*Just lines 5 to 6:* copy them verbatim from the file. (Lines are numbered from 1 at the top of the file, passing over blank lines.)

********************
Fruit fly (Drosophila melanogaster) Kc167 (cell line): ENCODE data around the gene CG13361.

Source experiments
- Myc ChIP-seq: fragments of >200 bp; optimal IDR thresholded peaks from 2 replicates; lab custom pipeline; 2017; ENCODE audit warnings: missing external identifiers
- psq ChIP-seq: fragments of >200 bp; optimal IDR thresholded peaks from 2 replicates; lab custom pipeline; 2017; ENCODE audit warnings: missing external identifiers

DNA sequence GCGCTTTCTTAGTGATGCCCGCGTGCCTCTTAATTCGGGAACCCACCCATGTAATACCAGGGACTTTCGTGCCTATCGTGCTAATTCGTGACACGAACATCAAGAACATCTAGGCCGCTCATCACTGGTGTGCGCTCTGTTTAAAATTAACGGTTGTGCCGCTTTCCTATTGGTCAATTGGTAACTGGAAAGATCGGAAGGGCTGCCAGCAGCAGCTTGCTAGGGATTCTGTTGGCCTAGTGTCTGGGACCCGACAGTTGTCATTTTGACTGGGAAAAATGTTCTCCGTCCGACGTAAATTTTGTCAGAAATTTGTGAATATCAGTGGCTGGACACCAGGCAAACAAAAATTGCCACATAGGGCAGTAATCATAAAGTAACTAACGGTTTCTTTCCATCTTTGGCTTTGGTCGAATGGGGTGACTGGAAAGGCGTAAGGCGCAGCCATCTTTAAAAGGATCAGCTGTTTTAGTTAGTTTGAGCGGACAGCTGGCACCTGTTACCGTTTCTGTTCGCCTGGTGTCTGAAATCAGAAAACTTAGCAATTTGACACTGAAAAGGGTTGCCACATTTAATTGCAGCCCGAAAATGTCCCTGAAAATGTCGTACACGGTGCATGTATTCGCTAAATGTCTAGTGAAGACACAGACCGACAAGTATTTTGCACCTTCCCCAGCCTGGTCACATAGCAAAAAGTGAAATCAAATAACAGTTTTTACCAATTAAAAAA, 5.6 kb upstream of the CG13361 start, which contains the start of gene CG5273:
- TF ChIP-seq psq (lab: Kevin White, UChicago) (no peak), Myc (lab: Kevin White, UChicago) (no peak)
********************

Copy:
DNA sequence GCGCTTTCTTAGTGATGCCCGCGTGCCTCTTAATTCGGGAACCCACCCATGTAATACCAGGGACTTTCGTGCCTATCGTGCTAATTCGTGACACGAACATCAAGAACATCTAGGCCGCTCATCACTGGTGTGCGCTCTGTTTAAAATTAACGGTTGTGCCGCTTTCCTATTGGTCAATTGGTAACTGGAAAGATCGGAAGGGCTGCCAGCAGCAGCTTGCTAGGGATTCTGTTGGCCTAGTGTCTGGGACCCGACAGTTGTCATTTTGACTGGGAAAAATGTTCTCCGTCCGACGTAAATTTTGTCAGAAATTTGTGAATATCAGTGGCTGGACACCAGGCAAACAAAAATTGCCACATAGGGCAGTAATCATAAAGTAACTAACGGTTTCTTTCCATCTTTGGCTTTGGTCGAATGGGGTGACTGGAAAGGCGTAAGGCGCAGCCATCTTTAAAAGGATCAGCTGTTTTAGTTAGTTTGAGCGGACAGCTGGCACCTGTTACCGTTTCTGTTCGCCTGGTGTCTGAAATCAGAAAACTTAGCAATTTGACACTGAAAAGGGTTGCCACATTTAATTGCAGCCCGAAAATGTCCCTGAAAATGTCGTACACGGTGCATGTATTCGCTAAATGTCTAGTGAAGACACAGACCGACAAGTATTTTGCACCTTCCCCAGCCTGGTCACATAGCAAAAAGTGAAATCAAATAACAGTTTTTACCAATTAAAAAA, 5.6 kb upstream of the CG13361 start, which contains the start of gene CG5273:
- TF ChIP-seq psq (lab: Kevin White, UChicago) (no peak), Myc (lab: Kevin White, UChicago) (no peak)